Senegal artist a legend fusing West African, modern dance

“I’m Christian, I’m Muslim and I’m animist,” she said.
Born in Benin, she was raised in Senegal. She divorced her husband at 23 after refusing his request for a second wife. To feed her two children, she opened a dance studio for young girls.
From there, Senegal’s then-President Leopold Sedar Senghor and French-born choreographer Maurice Bejart appointed her to direct the Mudra Afrique, a school opened in 1977 to train contemporary dancers. When it closed she moved to Europe, where she met her husband, Helmut Vogt.
They returned to Senegal and eventually founded Ecole des Sables, whose rural isolation complimented Acogny’s work: rooted in nature, using the baobab, sun and moon as guides. She also founded a dance company, Jant-Bi, and won a New York Dance and Performance Bessie Award.
Students from across Africa come for months at a time to explore their lives as artists, a rarity on a continent where dance is more tradition than profession. They learn the Acogny technique, share their own traditional dances and are taught contemporary dance by visiting international artists. The hope is they return home to develop their art while fostering local support.
Kadidja Tiemanta, a 25-year-old from Mali, soon will go back and teach others.
It’s not easy to be a professional dancer in Africa, Tiemanta said. “It’s an important space here to have the opportunity here to express ourselves.”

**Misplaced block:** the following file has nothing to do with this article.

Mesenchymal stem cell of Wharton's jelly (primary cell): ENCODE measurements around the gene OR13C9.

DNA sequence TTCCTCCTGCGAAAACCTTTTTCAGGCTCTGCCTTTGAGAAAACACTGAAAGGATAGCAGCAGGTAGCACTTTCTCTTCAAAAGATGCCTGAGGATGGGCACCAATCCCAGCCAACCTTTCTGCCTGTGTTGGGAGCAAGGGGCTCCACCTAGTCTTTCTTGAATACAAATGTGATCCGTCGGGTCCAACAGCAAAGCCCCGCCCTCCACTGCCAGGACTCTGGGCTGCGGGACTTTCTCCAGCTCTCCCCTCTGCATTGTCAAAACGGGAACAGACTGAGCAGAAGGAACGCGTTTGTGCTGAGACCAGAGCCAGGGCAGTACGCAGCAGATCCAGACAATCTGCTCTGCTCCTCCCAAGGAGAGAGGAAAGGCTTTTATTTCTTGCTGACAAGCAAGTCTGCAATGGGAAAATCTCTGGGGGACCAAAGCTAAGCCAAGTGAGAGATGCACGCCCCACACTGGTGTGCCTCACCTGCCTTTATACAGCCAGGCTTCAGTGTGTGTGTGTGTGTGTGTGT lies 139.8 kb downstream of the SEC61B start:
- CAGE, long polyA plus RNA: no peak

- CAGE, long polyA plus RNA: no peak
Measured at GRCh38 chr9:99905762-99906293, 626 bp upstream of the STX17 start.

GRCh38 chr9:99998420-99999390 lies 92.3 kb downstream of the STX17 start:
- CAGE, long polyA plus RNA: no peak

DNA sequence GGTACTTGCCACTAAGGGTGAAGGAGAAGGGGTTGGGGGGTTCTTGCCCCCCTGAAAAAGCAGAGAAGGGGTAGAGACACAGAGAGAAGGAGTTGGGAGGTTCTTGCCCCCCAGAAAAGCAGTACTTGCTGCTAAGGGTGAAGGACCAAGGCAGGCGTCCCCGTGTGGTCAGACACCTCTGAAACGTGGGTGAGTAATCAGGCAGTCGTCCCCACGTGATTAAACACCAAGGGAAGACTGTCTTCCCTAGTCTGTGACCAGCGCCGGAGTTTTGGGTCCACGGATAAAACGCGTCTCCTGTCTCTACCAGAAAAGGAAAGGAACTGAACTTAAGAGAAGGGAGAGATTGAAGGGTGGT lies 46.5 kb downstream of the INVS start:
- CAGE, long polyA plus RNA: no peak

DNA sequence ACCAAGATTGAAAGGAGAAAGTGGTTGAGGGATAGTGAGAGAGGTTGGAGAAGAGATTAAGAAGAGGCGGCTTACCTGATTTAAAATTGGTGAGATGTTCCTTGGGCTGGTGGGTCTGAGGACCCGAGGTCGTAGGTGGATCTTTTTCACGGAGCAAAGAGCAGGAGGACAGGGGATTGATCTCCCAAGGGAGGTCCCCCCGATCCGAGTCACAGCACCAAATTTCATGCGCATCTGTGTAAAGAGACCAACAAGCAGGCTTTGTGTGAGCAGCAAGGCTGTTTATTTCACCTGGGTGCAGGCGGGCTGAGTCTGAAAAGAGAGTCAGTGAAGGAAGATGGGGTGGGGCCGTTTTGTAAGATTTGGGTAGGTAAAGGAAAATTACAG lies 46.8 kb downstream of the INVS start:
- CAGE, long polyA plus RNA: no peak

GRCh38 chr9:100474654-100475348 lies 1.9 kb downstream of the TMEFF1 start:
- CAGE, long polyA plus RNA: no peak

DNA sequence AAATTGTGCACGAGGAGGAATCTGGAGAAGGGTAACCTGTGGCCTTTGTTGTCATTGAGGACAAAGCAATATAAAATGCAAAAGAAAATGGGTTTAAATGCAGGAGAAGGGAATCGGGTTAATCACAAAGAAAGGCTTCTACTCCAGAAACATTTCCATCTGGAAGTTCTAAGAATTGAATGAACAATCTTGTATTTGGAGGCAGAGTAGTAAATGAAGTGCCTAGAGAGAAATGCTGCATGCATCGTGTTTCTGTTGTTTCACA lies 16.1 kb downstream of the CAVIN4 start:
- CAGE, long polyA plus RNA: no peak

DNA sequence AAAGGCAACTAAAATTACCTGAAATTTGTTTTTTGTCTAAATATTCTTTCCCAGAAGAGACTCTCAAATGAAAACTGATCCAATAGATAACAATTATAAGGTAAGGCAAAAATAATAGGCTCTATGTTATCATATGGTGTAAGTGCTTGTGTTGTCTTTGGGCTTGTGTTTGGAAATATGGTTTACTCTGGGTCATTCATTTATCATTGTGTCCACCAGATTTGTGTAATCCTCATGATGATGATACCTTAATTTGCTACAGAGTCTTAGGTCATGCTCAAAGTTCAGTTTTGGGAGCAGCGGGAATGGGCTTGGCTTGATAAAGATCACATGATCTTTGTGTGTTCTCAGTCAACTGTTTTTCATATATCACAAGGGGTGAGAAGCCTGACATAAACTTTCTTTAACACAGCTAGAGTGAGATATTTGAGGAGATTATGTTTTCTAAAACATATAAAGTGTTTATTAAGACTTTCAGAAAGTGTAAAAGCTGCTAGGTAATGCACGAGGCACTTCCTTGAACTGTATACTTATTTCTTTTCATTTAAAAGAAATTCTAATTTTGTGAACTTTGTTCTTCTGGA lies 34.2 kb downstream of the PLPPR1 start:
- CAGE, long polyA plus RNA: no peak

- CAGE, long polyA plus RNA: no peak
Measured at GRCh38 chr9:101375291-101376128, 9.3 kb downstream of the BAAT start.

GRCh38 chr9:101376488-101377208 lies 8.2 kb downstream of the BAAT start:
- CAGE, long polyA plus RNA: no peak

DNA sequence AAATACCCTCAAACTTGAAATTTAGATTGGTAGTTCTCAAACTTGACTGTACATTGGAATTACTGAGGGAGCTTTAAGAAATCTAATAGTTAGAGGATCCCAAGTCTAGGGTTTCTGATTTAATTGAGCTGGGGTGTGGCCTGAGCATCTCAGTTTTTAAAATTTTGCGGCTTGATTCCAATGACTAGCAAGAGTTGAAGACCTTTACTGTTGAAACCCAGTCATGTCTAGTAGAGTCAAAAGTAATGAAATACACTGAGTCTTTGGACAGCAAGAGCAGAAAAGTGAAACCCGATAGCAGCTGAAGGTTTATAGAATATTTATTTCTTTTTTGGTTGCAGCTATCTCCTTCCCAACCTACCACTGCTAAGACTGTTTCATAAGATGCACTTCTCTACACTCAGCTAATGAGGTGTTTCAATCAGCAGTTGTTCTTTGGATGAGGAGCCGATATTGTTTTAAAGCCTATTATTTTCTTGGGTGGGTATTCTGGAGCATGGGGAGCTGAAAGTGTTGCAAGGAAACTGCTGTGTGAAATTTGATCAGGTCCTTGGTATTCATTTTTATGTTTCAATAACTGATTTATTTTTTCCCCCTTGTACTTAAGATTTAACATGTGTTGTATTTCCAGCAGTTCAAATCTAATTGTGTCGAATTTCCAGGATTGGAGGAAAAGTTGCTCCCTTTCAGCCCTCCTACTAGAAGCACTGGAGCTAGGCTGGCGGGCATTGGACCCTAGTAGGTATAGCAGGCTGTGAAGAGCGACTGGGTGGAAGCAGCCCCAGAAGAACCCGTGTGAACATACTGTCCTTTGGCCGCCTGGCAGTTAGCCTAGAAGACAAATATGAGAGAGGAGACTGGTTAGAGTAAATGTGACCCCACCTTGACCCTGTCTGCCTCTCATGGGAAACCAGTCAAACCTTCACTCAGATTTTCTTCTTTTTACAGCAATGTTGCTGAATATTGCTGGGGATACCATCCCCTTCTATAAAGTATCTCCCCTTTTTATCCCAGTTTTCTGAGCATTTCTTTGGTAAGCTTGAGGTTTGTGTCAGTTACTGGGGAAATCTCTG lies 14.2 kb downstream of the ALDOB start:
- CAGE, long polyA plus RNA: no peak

The school, however, is threatened by a funding loss. And now Acogny is leaving it in the hands of her son Patrick as she prepares for a tour of the United States and Europe.
She will perform “Mon Elue Noire,” or “My Elected Black Maiden,” choreographed by France’s Ballet du Nord director Olivier Dubois as part of a series of works he plans to make for various artists set to Stravinsky’s “The Rite of Spring.”
The dark, powerful dance touches on colonialism and embraces Acogny’s life.
She laughs, talks to the audience, spreads her legs, shakes her hips, raises her fist and eventually lowers herself into a black box, slapping it with white paint that later appears to cascade from her body as if she’s giving birth. Smoke envelopes her, and she disappears.
“She’s carrying this status of woman, the status of a black woman, the status of a Black legend, the status of the weight of history, the bright and the dark one,” Dubois said.
Dubois praised Acogny’s diverse contributions to dance.
“She never gave up. And she is 73 and she started very young, and she gave the chance to the African dance community to exist anywhere,” he said. “She’s carrying history, but she’s giving perspective for the future already. And that’s quite unique.”
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